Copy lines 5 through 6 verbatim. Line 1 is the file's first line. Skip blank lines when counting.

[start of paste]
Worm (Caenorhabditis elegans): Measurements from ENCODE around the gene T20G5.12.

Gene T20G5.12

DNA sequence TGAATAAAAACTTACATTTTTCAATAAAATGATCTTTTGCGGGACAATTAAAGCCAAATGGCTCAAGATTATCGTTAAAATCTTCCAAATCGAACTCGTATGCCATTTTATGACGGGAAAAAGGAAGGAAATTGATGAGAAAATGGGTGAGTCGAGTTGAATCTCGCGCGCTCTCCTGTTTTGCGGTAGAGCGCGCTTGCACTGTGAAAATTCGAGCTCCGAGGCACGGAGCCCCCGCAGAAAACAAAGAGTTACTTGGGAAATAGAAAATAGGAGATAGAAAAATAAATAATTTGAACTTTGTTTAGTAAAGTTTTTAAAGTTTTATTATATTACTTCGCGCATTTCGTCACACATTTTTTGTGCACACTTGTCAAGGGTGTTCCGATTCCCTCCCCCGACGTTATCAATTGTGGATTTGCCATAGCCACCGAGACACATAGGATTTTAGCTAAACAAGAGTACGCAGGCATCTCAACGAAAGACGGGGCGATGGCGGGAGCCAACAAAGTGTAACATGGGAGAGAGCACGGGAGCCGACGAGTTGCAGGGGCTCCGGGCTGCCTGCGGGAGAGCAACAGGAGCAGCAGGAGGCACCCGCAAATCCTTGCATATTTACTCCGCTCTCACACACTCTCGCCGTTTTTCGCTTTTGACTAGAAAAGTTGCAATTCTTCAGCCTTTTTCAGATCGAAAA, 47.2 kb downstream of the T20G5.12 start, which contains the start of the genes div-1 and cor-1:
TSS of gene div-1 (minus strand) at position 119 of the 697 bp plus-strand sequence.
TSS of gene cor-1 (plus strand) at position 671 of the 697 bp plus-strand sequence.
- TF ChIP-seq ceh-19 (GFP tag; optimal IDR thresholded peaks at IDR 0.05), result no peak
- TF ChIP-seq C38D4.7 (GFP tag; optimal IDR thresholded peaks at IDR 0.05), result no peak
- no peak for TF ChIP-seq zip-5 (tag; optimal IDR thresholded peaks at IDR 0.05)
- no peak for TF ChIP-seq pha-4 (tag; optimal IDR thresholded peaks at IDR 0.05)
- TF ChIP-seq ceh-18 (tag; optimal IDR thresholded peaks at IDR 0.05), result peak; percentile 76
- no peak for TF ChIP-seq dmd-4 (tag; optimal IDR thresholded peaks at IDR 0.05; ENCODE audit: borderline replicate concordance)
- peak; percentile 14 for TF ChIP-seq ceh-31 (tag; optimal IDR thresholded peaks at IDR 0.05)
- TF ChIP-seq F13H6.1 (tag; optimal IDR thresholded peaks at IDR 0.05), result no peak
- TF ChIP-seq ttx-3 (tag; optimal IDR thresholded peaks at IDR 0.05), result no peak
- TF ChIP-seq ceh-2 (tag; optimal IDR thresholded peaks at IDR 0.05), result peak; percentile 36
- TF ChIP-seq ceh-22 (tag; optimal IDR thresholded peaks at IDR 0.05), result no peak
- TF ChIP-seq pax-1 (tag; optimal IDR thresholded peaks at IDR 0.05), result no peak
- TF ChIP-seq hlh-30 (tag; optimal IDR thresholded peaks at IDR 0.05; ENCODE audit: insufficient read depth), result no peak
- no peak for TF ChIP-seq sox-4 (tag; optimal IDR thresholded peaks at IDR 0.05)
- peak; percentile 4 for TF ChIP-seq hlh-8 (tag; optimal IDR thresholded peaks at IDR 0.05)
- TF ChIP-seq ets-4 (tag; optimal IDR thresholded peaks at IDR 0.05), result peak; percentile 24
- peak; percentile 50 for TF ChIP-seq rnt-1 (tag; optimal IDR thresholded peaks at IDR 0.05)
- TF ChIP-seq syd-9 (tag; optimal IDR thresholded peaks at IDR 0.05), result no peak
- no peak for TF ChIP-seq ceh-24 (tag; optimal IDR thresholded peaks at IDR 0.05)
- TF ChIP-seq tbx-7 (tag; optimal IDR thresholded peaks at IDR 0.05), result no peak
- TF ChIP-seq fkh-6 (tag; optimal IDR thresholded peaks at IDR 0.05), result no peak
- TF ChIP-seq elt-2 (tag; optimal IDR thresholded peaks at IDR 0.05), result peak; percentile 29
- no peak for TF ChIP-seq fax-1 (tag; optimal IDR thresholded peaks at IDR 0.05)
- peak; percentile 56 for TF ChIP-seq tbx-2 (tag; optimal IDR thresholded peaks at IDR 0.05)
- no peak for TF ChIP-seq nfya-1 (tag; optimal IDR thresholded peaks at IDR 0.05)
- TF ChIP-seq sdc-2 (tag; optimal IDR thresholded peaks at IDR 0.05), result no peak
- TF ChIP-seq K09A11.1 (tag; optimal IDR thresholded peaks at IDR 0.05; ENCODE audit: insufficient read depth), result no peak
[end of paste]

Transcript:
TSS of gene cor-1 (plus strand) at position 671 of the 697 bp plus-strand sequence.
- TF ChIP-seq ceh-19 (GFP tag; optimal IDR thresholded peaks at IDR 0.05), result no peak